When new riders with developing skills come into these group rides, sometimes there is increased tension, nervousness and even accidents. This past Tuesday, an experienced rider from the UCLA team hit a cone that was not pointed out by the rider in front and ended up in the hospital. This was an entirely avoidable incident and indicates a need for a reminder about key points of etiquette and safety on group rides.
Please give this list a quick read and strive to apply these rules and tips in your own rides. It is incumbent on each of us to become more skilled, safer riders. Often, it is not YOU who will bear the burden of your unsafe riding but the people in the pack around you.
1. BE A GOOD GUEST - If you are not an established member of a peloton, please act as a good guest. "When in Rome..." Try and assimilate into the norms of the group. That includes pace, communication, and any special riding patterns such as rotating pace lines. Also, start nearer to the back as a sign of respect for the regulars on the ride.
2. RIDE A ROAD BIKE - I can't stress this enough. Ride a road bike with drop handlebars. Leave the TT bike at home. If you have one bike with clip on aero bars, take them off. TT bikes are inherently less stable, less nimble. At best, you are a riskier bike handler, at worst, if you get in your aerobars in a peloton you will rightly get your butt yelled at. NEVER get in aerobars in a pack unless you are on a Pro Tour team preparing for a Team Time Trial. You're not. So don't.
3. MAINTAIN THE PACE OF THE GROUP - Do not 'do your own thing'. If you are on a group ride, you need to maintain the pace of the pack. If that means going slower than you'd like, so be it. If it means hammering until your lungs burst, well...do it until you pop and then slide out the back. When riders vary the pace they create gaps behind them or allow gaps to form ahead of them. This yo-yos the pack, esp. the people near the back. Bad form. Don't do it.
4. POINT OUT OBSTRUCTIONS - Verbally call out and, when safe to do so, physically point out obstacles. This may include but is not limited to:
- Upcoming red lights ('light up')
- Cars ('car up'/'car back')
- Pot holes ('pothole' and a finger pointing toward the hole)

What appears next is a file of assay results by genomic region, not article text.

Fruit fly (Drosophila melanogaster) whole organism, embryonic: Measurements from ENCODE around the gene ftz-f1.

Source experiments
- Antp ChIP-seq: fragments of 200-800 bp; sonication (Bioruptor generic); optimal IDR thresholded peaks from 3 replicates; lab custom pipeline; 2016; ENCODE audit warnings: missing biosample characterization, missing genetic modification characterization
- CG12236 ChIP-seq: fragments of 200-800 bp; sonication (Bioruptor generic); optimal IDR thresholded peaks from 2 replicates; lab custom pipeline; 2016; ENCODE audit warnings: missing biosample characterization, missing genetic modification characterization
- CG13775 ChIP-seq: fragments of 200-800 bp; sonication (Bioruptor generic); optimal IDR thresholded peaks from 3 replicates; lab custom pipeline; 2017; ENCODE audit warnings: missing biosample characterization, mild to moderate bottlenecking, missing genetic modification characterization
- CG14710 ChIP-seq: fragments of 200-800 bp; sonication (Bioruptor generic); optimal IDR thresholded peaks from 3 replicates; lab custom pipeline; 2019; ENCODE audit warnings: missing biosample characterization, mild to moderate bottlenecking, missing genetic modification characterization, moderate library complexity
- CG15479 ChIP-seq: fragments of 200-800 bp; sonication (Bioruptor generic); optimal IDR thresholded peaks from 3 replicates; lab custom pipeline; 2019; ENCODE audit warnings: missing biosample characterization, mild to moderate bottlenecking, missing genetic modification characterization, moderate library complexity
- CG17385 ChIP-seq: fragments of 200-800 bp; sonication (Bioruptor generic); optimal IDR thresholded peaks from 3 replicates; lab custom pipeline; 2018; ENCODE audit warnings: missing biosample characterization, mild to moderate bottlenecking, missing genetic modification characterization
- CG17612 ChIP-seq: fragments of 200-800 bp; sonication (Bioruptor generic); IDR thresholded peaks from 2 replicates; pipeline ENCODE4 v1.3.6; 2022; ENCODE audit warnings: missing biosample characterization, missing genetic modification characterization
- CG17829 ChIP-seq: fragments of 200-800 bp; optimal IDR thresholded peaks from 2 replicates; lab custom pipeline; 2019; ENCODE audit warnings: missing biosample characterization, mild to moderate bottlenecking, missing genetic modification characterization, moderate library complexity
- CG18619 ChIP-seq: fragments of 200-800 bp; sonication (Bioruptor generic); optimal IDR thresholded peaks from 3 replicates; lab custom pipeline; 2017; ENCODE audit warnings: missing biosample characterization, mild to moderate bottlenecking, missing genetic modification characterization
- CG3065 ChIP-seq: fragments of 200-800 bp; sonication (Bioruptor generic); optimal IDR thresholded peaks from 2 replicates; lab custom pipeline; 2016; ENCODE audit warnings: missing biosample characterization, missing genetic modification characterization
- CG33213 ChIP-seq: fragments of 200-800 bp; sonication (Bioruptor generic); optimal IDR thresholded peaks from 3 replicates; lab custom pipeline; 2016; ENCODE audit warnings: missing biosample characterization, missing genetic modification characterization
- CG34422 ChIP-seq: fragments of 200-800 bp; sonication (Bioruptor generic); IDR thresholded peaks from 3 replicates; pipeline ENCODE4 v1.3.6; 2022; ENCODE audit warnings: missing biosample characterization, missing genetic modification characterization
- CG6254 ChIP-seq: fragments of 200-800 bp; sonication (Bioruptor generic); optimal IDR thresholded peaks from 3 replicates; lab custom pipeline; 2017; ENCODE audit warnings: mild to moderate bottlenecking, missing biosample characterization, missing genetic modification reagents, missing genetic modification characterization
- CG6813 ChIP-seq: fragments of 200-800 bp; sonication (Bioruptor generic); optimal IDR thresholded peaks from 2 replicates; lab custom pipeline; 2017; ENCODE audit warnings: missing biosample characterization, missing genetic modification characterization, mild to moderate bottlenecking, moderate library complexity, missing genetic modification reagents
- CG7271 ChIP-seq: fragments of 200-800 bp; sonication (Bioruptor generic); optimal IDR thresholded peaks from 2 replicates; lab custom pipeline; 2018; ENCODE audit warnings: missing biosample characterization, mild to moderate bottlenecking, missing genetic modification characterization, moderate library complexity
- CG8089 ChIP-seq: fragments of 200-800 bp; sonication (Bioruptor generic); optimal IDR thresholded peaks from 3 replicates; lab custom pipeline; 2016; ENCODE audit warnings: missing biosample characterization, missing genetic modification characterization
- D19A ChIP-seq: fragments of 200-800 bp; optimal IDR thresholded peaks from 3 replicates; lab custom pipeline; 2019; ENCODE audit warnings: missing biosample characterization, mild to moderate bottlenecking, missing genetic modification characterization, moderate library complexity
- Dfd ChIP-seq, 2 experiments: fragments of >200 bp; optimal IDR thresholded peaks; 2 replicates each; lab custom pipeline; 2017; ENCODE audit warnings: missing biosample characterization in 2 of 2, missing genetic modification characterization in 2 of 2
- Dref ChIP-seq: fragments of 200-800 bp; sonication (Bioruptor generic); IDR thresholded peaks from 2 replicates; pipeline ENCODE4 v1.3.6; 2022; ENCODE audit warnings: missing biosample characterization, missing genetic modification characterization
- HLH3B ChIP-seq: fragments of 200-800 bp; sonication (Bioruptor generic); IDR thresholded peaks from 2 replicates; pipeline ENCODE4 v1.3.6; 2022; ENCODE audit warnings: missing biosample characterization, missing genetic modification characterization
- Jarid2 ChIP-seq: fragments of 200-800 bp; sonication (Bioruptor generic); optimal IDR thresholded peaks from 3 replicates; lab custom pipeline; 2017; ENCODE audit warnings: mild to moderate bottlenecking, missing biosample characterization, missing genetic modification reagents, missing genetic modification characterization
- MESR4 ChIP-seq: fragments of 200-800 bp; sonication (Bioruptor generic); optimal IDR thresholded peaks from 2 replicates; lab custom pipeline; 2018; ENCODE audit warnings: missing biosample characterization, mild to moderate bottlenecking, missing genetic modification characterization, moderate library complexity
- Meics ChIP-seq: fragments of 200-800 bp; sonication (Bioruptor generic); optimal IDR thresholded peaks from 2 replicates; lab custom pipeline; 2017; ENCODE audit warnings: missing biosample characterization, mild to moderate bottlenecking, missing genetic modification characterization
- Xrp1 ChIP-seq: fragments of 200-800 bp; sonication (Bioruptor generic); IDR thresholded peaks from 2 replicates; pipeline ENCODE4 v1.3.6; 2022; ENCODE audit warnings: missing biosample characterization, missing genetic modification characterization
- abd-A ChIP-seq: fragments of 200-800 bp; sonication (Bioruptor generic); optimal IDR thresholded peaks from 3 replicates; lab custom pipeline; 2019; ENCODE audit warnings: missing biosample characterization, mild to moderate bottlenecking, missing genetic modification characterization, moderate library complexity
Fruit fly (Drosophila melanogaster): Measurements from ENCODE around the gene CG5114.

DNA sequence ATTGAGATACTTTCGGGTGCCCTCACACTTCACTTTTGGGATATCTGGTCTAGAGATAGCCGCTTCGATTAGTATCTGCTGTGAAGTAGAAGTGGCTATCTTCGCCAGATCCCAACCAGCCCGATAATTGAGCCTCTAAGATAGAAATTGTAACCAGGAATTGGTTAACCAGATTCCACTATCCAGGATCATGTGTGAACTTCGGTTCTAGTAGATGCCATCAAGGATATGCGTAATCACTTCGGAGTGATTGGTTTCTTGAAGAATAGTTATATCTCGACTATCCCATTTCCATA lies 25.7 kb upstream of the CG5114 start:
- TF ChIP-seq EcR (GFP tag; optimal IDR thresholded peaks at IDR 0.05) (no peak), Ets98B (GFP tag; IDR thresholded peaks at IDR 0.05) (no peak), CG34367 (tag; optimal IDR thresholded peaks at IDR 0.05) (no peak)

- Cones ('cone' and a pointed finger)
- Water/sand/gravel (call out plus a waved hand to indicate a wide area of issue)
- Narrowing road or shoulder ('skinny up' and a hand extended outward and back waving the riders behind you to form a line behind you as you move left)
- Anything that causes you to slow or stop ('Slowing!' or 'Stopping' often accompanied by a flat hand, palm facing backward, laid against the lower back.)
- Flat tire ('Flat' with hand raised, if safe to do so) Just slow down gradually and when safe, move to the right
5. RIDE TWO WIDE - One of the great advantages of a group ride is that cars see us. I find it much safer to ride in a group than solo. But please...only two riders wide. And if there is a rotation in the group, watch what the experienced riders are doing. Are they moving up the right, rotating to the left and drifting back? Or just the opposite? Smoothly enter the rotation OR...feel free to stay near the back and stay out of the rotation if you are not yet comfortable.
6. DO NOT MOVE UP AT STOPLIGHTS - When the group comes to a stop at a light, you must NOT move up eight or ten spots. Stay where you are. The group needs to come to a stop in the same order that it was moving. Swarming the front of the group is bad etiquette. Move up when the group is rolling.
7. STAY BEHIND CARS AT LIGHTS - When you are solo (or if you are on a fixie, no helmet, smoking a cigarette) you might consider splitting the lanes and moving up through cars at a light. In a group, if you are at the front of the pack and arrive at a line of stopped cars...stay behind them.
8. WHEN IN DOUBT, PLAY IT COOL - Don't show up and be a loudmouth. Blend into the group and watch for cues from the veteran riders on what is expected in the group. Many of these standing rides have been going on for thirty years or more. Rides like Nichols Canyon, The Donut Ride, and Marina Loop have been around since long before most of us even started in the sport.
When you show up on a TT bike, bright red LATC jacket, double water bottle holders behind the seat, and your Ironman race number still stuck to your helmet or seatpost...you are basically asking to be singled out. Rightly or wrongly, all eyes are on you just *waiting* for you to blow it. Don't set yourself up for a situation. Tone it down, act like a respectful guest and you'll be fine.
Don't expect an outpouring of love. Roadies are a tough group. It ain't like a bunch of happy-go-lucky triathletes. And to some extent, the actions of one triathlete will color the way all of us are received in roadie pelotons. But the rewards for participating in group rides are undeniable - You'll ride smarter, ride better, ride harder and see incredible results.
As always, train safe and race hard. Hit me up with any questions.
Konrad Ribeiro firstname.lastname@example.org